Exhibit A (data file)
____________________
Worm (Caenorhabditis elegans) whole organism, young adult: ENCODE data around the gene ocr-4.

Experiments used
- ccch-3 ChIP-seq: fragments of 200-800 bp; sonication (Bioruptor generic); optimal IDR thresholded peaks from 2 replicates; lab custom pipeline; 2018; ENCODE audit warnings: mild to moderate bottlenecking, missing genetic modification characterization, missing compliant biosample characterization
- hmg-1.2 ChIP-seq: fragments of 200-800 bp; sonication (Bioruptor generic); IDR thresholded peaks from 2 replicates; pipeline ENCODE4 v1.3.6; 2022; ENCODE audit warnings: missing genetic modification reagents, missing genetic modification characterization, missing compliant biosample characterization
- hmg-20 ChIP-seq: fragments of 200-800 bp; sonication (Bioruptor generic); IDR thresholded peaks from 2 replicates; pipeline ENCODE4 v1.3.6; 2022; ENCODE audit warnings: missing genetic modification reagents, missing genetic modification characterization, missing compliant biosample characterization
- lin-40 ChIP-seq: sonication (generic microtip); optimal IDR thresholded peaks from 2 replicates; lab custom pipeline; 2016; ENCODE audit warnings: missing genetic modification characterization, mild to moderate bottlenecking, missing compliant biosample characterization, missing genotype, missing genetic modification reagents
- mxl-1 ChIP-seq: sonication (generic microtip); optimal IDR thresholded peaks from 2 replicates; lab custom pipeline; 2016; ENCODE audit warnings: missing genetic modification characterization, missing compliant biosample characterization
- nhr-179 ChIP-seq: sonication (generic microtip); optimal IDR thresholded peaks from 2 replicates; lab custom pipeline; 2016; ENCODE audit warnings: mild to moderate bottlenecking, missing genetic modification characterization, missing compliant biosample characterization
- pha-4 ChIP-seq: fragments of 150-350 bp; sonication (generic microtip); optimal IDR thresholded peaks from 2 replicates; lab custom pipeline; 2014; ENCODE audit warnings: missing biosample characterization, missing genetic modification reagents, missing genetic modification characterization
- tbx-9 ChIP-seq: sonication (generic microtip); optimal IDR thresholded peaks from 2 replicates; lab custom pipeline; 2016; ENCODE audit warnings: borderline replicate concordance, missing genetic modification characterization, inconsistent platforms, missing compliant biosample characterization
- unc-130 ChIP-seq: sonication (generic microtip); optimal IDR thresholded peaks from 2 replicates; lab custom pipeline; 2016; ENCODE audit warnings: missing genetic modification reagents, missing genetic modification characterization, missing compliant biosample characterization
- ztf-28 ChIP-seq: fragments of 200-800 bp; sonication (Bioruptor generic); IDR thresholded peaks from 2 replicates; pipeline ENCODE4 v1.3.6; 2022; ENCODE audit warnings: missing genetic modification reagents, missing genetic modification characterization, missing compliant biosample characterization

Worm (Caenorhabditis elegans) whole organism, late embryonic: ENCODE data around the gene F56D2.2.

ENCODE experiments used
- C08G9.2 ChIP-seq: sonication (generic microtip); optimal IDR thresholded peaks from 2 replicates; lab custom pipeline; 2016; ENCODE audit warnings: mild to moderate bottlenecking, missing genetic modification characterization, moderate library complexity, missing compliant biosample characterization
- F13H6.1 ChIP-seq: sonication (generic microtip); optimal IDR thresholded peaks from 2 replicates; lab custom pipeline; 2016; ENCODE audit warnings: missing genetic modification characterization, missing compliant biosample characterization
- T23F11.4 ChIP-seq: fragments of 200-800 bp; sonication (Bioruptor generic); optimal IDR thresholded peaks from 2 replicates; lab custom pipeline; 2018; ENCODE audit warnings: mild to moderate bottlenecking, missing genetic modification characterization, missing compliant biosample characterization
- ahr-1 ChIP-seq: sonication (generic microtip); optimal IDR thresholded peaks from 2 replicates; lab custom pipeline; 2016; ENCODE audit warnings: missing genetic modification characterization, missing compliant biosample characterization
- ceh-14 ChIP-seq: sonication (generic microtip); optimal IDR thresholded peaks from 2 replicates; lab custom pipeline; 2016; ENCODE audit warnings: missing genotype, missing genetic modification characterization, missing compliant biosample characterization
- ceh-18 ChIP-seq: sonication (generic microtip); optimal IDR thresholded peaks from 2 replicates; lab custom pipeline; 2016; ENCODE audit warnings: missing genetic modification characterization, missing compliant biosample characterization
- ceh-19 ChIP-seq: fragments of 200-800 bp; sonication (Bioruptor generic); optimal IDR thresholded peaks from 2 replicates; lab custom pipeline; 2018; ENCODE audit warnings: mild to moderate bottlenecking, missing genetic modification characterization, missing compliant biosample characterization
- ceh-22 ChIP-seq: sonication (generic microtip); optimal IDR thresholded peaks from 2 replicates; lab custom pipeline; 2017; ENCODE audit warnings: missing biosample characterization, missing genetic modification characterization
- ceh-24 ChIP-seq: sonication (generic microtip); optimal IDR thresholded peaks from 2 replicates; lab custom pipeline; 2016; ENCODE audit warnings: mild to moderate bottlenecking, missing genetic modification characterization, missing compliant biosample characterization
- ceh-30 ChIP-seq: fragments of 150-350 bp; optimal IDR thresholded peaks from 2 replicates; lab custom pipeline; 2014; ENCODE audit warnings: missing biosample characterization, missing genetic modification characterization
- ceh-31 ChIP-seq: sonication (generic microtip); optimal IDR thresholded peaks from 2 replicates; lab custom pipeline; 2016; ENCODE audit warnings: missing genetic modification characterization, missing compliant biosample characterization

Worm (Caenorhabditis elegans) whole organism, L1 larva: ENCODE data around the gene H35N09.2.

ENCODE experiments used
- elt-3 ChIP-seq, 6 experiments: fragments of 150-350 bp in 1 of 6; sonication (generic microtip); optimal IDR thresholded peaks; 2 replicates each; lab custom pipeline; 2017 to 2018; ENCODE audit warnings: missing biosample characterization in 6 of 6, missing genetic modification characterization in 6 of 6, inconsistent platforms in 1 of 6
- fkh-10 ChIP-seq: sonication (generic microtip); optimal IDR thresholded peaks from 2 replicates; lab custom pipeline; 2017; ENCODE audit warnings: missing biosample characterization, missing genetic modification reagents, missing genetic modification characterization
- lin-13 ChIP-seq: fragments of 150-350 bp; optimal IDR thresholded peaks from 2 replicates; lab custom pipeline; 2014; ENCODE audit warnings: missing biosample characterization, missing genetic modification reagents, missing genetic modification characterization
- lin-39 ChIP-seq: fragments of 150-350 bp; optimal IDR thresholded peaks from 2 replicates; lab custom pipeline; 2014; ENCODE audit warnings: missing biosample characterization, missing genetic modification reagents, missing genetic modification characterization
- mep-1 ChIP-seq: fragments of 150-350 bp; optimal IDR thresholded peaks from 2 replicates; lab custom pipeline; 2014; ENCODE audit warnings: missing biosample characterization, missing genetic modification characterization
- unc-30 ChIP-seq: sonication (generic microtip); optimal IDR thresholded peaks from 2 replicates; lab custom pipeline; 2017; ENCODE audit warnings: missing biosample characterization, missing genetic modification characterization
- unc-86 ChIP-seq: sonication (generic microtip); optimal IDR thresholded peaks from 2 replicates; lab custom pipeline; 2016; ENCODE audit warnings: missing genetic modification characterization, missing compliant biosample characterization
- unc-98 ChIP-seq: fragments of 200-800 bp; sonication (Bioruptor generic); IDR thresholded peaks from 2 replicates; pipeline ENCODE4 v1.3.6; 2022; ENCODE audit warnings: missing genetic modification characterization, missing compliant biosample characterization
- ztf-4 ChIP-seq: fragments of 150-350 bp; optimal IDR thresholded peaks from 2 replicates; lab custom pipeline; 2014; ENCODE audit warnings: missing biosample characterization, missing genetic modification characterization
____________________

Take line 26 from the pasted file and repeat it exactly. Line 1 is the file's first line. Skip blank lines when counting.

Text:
Worm (Caenorhabditis elegans) whole organism, L1 larva: ENCODE data around the gene H35N09.2.